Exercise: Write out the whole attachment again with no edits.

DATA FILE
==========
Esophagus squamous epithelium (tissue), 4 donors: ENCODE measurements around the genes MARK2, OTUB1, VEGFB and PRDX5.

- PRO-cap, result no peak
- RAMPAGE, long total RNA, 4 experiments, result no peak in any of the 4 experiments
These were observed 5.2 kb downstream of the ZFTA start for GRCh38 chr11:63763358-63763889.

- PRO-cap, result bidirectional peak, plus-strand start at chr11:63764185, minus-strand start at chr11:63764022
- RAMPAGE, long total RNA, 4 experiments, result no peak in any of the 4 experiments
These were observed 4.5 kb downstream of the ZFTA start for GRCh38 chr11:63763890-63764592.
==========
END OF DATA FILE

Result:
Esophagus squamous epithelium (tissue), 4 donors: ENCODE measurements around the genes MARK2, OTUB1, VEGFB and PRDX5.

- PRO-cap, result no peak
- RAMPAGE, long total RNA, 4 experiments, result no peak in any of the 4 experiments
These were observed 5.2 kb downstream of the ZFTA start for GRCh38 chr11:63763358-63763889.

- PRO-cap, result bidirectional peak, plus-strand start at chr11:63764185, minus-strand start at chr11:63764022
- RAMPAGE, long total RNA, 4 experiments, result no peak in any of the 4 experiments
These were observed 4.5 kb downstream of the ZFTA start for GRCh38 chr11:63763890-63764592.